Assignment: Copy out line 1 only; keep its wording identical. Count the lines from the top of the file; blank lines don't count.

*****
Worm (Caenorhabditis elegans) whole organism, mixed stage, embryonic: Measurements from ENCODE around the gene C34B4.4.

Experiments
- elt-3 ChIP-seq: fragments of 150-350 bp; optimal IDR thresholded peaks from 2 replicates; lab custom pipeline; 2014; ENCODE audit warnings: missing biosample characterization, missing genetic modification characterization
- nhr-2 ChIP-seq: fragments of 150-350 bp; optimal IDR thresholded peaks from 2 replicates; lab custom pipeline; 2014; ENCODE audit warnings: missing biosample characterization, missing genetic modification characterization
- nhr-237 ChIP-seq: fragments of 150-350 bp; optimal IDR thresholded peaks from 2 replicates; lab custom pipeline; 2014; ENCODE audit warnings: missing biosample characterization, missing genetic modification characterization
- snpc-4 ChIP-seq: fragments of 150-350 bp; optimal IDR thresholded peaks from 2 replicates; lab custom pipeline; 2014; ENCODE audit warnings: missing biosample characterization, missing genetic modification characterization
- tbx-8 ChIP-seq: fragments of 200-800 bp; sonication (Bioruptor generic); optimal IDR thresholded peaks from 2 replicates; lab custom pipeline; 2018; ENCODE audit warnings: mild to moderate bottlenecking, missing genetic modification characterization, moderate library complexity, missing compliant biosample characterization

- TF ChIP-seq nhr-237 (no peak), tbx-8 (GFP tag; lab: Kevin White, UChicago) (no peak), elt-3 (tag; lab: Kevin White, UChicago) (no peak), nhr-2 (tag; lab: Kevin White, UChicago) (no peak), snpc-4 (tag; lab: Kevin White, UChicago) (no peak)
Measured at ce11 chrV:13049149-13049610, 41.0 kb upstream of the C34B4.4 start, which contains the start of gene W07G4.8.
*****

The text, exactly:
Worm (Caenorhabditis elegans) whole organism, mixed stage, embryonic: Measurements from ENCODE around the gene C34B4.4.